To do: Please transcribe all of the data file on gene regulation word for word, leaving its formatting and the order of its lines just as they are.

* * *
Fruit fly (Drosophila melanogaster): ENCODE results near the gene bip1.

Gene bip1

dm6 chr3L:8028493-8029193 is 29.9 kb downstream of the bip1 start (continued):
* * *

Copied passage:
Fruit fly (Drosophila melanogaster): ENCODE results near the gene bip1.

Gene bip1

dm6 chr3L:8028493-8029193 is 29.9 kb downstream of the bip1 start (continued):